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Offensive efficiency, defensive rebounding have become Arizona’s true success indicators

arizona-wildcats-ucla-bruins-preview-offensive-efficiency-defensive-rebounding-2023-pac12 Photo by Christopher Hook/Icon Sportswire via Getty Images

As Arizona prepares for the biggest game of the season, all facets of its gameplan must be crisp in order to topple one of the hottest teams in the country. But based on the results from their first 19 games, there may be only two areas in which the Wildcats have to be good in order to win.

11th-ranked UA (16-3, 5-3 Pac-12) faces off against No. 5 UCLA (17-2, 8-0) at 12 p.m. MT Saturday, and if it wants to have any shot at repeating as conference regular-season champs a victory over the Bruins—who come to Tucson on a 14-game win streak—is a must.

UCLA ended its 74-62 win at ASU on a 16-2 run, holding the Sun Devils scoreless over the final 3-plus minutes. It has the top offensive and defensive efficiency in the league, per, and is also best in the Pac-12 on the offensive boards and in forcing turnovers.

On paper that sounds like a nightmare matchup for Arizona, which has turned it over 51 times in the past three games and has been inconsistent with its rebounding.

“Our rebounding numbers are good, but I don’t know if we’re a good rebounding team, if that makes sense,” coach Tommy Lloyd said after the USC win. “Our plus/minus is good, the percentages are okay, but I just think our team has more potential. And when you look back at some of the times we’ve struggled, I think a little bit it’s been effort-based on the last. And listen, that’s a common denominator for a lot of teams if you really dive in and evaluate the game, so we’re no different than anybody else. The better we rebound, the better chance we have to win.”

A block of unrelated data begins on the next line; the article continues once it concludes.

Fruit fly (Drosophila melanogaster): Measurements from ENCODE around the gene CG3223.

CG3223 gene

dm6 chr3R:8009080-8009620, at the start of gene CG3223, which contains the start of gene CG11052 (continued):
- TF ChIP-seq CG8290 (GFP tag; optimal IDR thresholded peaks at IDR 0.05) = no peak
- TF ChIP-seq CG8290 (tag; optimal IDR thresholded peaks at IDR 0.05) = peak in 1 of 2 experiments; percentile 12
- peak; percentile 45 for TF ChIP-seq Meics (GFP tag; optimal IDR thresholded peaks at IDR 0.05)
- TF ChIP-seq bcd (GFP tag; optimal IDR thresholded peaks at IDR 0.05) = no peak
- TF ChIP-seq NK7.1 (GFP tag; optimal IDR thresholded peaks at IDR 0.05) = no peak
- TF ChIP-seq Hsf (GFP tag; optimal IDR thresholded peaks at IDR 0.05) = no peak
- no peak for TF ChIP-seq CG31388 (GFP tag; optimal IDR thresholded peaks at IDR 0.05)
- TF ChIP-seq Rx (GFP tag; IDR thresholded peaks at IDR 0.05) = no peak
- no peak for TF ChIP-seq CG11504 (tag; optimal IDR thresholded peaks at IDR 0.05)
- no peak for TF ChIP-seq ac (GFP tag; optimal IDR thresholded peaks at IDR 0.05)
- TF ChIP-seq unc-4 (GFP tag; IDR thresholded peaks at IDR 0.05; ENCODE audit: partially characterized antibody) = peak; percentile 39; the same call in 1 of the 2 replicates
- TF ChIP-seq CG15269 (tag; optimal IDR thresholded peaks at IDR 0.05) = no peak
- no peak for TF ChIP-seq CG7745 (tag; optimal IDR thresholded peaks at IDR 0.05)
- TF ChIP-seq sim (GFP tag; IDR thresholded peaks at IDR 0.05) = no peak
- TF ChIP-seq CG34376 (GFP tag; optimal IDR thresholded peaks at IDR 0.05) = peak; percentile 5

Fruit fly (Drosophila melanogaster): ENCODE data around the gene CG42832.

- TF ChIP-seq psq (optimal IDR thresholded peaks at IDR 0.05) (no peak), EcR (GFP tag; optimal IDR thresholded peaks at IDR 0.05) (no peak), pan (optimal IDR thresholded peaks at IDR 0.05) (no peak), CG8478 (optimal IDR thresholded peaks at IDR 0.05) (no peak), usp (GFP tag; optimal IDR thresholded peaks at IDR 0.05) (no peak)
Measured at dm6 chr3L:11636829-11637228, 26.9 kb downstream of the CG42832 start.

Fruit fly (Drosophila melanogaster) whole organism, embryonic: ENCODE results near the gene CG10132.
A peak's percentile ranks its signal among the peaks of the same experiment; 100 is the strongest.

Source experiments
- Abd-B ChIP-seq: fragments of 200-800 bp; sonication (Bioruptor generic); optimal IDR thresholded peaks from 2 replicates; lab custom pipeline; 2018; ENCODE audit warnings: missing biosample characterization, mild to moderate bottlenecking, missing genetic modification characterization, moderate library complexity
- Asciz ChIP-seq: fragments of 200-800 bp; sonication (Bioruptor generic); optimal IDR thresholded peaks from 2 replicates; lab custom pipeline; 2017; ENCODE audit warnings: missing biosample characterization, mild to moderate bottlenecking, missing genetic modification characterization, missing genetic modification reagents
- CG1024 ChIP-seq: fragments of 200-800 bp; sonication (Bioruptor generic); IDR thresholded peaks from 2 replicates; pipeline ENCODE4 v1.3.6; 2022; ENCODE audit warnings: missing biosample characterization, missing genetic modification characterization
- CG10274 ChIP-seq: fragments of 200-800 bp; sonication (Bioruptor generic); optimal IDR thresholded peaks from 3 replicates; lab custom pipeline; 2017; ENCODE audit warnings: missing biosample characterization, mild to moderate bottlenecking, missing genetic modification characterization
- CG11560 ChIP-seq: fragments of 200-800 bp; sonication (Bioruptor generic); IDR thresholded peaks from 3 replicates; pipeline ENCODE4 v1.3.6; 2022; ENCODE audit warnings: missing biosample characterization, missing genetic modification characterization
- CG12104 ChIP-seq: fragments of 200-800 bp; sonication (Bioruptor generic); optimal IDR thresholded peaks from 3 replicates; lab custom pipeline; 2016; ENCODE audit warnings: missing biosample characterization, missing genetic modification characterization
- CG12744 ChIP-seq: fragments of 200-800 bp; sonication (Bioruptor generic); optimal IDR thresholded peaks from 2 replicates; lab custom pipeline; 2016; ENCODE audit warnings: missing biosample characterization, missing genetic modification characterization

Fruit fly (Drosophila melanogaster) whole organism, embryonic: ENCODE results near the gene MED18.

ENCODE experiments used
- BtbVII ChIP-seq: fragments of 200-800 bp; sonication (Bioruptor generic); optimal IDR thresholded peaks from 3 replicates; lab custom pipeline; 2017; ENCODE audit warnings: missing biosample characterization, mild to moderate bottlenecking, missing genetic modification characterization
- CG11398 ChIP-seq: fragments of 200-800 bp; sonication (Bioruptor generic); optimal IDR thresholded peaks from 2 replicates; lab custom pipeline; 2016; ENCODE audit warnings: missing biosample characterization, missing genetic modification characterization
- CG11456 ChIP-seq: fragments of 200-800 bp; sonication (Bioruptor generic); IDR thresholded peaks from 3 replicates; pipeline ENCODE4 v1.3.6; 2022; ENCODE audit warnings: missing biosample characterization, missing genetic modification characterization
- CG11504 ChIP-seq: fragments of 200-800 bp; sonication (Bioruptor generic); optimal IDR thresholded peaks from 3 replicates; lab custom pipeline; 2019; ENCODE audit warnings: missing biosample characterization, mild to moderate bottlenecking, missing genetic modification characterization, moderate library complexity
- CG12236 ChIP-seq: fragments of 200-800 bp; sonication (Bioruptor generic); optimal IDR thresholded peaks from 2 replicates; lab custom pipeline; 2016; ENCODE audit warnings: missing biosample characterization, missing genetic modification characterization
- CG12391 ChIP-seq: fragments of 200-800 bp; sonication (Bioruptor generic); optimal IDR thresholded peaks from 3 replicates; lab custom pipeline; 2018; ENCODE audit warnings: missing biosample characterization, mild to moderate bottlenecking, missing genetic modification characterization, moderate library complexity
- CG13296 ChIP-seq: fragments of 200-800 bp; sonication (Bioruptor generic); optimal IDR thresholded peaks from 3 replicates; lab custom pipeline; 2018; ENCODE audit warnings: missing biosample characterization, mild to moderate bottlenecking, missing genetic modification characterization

In Arizona’s case in particular, how it rebounds on the defensive glass has had a direct correlation to winning or losing. All three teams that have collected at least 35 percent of their missed shots have beaten the Wildcats, while in the 16 wins that rate is 31.7 percent or lower.

For the season, Arizona ranks 94th out of 363 Division I teams in opponent offensive rebound percentage (26.3). In Pac-12 games that rate climbs to 30.7, 6th-best in the league.

USC rebounded 26.2 percent of its misses on Thursday, turning 11 offensive boards into 14 second-chance points. Overall, opponents are averaging just under 10 second-chance points per game.

UCLA has had an OR percentage of 40 or better in four straight games, and in addition to being tops in the Pac-12 (37.4) it is 31st nationally (34.1). In their two losses, which were over a 3-day span before Thanksgiving against Illinois and Baylor in Las Vegas, the Bruins were far less efficient on the offensive glass and also had two of their three worst defensive games from an efficiency standpoint.

Which brings us to Arizona’s other stat that has dictated wins and losses: offensive efficiency.

The UA is ninth nationally in that category, at 117.9, though it hasn’t hit that number since before Christmas. It has been below four of the last six games, including the losses to Washington State (93.2) and Oregon (93.8), which along with the Utah loss (86.0) are the three lowest OE numbers of the season.

The Bruins have only allowed three teams to have an OE of 100 or better, including both that beat them. If Arizona can be the fourth, while also keeping UCLA from grabbing more than one-third of its misses, it will pick up a fifth victory this season over a ranked team and first against a Top-5 foe since beating No. 3 UCLA at McKale last February.